National Hispanic Heritage Month
Celebrates the contributions, heritage and culture of Hispanic and Latino Americans.
Constitution Day and Citizenship Day
Commemorates the ratification of the United States Constitution in 1787. Also honors all who have become U.S. citizens.
19 – 25
The week-long “Feast of Booths” commemorates the 40-year wandering of the Israelites in the desert on the way to the Promised Land.
The date when night and day are nearly of the same length. It marks the first day of fall.
Shemini Atzeret (Jewish)
“The Eighth (Day) of Assembly” is observed on the day immediately following Sukkot.
Native American Day
Celebrates Native American history and culture.
Simchat Torah (Jewish)
“Rejoicing in the Torah” celebrates the conclusion of the public reading of the Pentateuch and its beginning anew.
LGBT HISTORY MONTH
Marks and celebrates the lives and achievements of lesbian, gay bisexual and transgender people in the United States.
NATIONAL DISABILITY EMPLOYMENT AWARENESS MONTH
Recognizes the contributions of workers with disabilities.
5 – 13
Nine-day festival celebrating the triumph of good over evil. It worships God in the form of the universal mother commonly referred to as Durga, Devi or Shakti, and marks the start of fall.
Coming Out Day
Encourages honesty and openness about being lesbian, gay, bisexual or transgender. Commemorates October 11, 1987, when 500,000 people marched on Washington, DC, for gay and lesbian equality.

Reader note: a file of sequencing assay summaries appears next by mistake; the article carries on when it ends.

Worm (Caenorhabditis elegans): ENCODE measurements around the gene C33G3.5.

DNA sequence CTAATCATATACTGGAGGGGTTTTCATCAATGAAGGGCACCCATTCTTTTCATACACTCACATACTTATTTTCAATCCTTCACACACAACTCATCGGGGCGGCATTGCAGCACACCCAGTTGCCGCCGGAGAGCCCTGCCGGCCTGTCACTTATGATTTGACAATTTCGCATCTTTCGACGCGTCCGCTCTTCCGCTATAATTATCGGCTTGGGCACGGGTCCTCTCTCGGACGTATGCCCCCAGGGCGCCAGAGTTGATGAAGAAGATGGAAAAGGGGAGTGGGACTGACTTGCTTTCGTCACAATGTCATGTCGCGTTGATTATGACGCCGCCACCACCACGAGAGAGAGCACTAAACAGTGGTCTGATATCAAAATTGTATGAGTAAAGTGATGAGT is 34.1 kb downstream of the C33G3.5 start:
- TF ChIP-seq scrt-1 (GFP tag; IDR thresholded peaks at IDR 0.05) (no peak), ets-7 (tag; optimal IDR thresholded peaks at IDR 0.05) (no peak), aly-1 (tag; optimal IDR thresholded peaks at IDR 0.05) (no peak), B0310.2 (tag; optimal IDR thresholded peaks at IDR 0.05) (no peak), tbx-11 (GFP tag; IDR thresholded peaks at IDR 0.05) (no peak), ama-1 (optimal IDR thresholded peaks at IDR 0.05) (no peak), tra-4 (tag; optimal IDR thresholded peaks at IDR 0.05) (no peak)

Anniversary of the day when Rama killed the evil demon Ravana. Also known as Durga Puja, which celebrates the goddess Durga.
Marks Christopher Columbus’s landing at San Salvador on October 12, 1492. Known as Día de la Raza, “Day of the Race”, in Spanish-speaking countries and communities.
Eid Al-Adha (Islamic)
The “Feast of Sacrifice” concludes the Hajj (pilgrimage to Mecca), and is a three-day festival recalling Ibrahim’s willingness to sacrifice his son in obedience to God.
International Day for the Eradication of Poverty
Call to action for the eradication of poverty and destitution worldwide.
Birth of the Báb (Bahá’í)
Bahá’í observance of the anniversary of the birth in 1819 of Siyyid, “the Báb,” the prophet-herald of the Bahá’í Faith, in Shíráz, Persia.